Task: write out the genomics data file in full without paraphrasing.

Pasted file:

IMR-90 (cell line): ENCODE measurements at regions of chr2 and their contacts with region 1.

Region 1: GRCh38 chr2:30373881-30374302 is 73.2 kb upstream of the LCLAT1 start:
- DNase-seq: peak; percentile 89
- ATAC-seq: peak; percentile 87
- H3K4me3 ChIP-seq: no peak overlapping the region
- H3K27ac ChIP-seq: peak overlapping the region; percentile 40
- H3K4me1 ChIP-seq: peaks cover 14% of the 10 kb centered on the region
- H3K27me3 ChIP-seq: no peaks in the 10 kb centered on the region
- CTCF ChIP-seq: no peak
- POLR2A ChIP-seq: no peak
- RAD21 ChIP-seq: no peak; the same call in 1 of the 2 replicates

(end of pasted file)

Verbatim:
IMR-90 (cell line): ENCODE measurements at regions of chr2 and their contacts with region 1.

Region 1: GRCh38 chr2:30373881-30374302 is 73.2 kb upstream of the LCLAT1 start:
- DNase-seq: peak; percentile 89
- ATAC-seq: peak; percentile 87
- H3K4me3 ChIP-seq: no peak overlapping the region
- H3K27ac ChIP-seq: peak overlapping the region; percentile 40
- H3K4me1 ChIP-seq: peaks cover 14% of the 10 kb centered on the region
- H3K27me3 ChIP-seq: no peaks in the 10 kb centered on the region
- CTCF ChIP-seq: no peak
- POLR2A ChIP-seq: no peak
- RAD21 ChIP-seq: no peak; the same call in 1 of the 2 replicates